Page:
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1

TLDR: Basically with what you're asking, only ARP broadcasts, unless you subnet your wireless from your wired network. Overall it depends. First, your computer on the ethernet may occasionally send out broadcasts to the whole network. For example, if it needs the MAC address of a machine on the local network, it will send out an ARP broadcast to all ...


0

Yes. Regardless as to whether or not the victim is hooked up to the router via Ethernet cable or WiFi, it's still connected to the same router - sharing what's obviously known as the same LAN. Being on the same network makes it very easy for the attacker to utilize tools such as BackTrack, a distribution of Linux, to use command line functions, suites, and ...


0

Most sniffing (sometimes called passive sniffing) happens when I read signals that weren't intended for me. I can read them because you don't shoot your signals to a router like a beam, you just kind of emanate them in all directions and hope the router picks up. The important thing about passive sniffing is that it's undetectable - you can't see or control ...


2

Vulnerable clients are less of a problem than vulnerable servers. The major web browsers don't use OpenSSL for security, and most non-browser clients (eg. database interfaces or email programs) are rather picky about which servers they connect to.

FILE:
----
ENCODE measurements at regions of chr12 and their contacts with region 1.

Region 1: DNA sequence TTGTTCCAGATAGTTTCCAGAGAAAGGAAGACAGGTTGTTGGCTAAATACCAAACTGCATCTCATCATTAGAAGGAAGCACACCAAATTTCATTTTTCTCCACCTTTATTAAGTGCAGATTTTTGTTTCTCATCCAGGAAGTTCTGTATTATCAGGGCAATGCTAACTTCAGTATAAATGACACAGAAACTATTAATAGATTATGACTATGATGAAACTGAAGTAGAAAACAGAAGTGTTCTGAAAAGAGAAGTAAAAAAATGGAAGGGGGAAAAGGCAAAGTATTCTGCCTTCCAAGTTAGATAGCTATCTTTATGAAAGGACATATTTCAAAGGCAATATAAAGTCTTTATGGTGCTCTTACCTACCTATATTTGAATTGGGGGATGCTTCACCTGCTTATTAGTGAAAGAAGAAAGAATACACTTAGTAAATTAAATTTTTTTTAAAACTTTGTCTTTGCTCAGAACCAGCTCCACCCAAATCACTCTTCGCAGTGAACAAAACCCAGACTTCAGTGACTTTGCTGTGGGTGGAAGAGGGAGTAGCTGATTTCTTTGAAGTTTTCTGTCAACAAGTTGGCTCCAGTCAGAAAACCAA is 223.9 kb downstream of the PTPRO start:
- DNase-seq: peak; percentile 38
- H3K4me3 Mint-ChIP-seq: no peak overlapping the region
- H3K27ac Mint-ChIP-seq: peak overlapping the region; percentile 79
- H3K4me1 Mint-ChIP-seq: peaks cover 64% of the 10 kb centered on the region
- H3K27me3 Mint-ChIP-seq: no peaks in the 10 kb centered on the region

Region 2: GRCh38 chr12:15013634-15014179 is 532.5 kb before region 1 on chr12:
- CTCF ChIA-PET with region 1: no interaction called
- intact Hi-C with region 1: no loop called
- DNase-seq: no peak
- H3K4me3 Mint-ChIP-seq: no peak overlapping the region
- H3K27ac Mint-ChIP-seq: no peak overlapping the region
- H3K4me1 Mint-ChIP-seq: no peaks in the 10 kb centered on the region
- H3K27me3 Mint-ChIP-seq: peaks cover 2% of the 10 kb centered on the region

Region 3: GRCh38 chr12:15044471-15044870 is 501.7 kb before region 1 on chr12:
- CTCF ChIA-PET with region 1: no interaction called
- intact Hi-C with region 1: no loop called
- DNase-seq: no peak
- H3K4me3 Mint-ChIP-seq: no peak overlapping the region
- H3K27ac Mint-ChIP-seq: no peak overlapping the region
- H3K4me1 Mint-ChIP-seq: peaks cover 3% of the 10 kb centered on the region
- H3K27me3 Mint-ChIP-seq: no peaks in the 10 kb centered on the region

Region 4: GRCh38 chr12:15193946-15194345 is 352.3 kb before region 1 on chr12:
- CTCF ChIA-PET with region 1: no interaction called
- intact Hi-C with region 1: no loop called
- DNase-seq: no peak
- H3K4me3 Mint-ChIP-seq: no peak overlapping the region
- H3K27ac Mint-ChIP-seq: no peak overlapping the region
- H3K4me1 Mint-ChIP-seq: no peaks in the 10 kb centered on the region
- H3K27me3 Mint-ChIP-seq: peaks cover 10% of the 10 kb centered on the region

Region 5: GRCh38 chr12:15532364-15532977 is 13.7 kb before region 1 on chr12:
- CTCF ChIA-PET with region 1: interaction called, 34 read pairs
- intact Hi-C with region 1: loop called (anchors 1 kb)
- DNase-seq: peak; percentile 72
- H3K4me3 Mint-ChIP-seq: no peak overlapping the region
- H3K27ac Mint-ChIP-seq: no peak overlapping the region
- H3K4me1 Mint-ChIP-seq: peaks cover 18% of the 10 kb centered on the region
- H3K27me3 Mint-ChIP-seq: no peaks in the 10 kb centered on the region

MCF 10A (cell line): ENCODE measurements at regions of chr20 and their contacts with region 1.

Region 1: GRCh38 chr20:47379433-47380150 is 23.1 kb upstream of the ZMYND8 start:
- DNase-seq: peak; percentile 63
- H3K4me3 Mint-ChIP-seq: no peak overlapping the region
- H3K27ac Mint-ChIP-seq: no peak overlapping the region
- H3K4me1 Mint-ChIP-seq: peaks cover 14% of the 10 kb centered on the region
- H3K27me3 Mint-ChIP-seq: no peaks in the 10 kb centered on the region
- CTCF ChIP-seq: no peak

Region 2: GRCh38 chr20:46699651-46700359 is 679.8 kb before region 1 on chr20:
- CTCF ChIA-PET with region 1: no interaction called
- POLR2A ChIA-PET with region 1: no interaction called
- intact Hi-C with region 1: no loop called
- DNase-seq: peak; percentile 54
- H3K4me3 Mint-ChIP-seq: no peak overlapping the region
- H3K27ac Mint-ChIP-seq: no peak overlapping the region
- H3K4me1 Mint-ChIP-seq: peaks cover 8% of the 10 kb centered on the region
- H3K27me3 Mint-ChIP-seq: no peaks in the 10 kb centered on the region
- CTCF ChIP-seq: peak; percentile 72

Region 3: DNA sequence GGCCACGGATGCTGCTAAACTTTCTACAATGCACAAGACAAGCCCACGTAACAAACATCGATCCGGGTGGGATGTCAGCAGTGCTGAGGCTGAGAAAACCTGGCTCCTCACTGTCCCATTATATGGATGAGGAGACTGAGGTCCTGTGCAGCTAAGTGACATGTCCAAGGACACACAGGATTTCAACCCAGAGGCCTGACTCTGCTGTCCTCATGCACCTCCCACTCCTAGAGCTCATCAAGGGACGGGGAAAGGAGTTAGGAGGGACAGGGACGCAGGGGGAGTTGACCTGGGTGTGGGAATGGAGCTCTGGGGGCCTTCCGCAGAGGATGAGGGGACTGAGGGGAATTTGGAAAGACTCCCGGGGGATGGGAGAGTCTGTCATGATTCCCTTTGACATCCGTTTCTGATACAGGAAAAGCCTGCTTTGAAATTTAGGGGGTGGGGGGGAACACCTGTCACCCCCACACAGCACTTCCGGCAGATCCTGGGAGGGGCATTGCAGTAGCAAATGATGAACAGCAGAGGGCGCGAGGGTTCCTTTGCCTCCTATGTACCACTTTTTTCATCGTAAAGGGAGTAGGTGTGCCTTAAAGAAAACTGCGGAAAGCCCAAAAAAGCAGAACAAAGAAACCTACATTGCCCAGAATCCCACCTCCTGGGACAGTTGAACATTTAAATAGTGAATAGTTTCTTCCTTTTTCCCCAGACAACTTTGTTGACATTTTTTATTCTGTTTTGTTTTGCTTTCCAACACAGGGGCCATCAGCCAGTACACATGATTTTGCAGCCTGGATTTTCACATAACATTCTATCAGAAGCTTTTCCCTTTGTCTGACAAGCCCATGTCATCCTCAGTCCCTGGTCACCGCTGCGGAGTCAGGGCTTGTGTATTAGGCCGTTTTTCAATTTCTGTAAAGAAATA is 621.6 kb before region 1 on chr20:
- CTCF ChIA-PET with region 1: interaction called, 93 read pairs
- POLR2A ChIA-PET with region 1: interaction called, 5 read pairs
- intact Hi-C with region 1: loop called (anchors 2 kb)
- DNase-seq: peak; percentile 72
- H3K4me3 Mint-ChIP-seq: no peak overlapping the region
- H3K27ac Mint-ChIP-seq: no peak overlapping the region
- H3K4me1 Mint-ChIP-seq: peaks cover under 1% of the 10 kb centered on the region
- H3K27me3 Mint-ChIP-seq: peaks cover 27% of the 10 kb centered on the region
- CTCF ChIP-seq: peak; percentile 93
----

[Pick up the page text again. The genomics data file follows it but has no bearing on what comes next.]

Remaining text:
0

dublicate actually good answers here and here I have tested my self firefox and google chrome on my systems - looks like not affected tested wget - affected - but probability that someone will use wget not high. So for clients side all looks not so bad, because general user tools looks like not affected.


0

You are looking for the IEEE public OUI database: https://standards.ieee.org/develop/regauth/oui/public.html With the vendor identified you can then zero in on the actual product.


3

This is based on my answer to Devices with cryptic names and Chinese ip addresses connected to my router but adjusted for hotspots (i.e. no web interface), since the same general steps apply; the difference in questions is that they didn't know what the devices were (and still don't - some are spoofed), and you see a Samsung MAC (which may also be spoofed, ...


7

Though the OSI model is more often a source of confusion than enlightenment, it is here reasonably informative. The WiFi encryption occurs in layer 2 ("data link") because it strives to embody a security feature which is inherently related to the data link. Namely, WiFi was designed to be the over-the-air equivalent of wired Ethernet. In Ethernet networks, ...


3

Good old AWUS036H. Not only it's still one of the best of its class, every single pentesting software has been tested on (if not built with) it.


6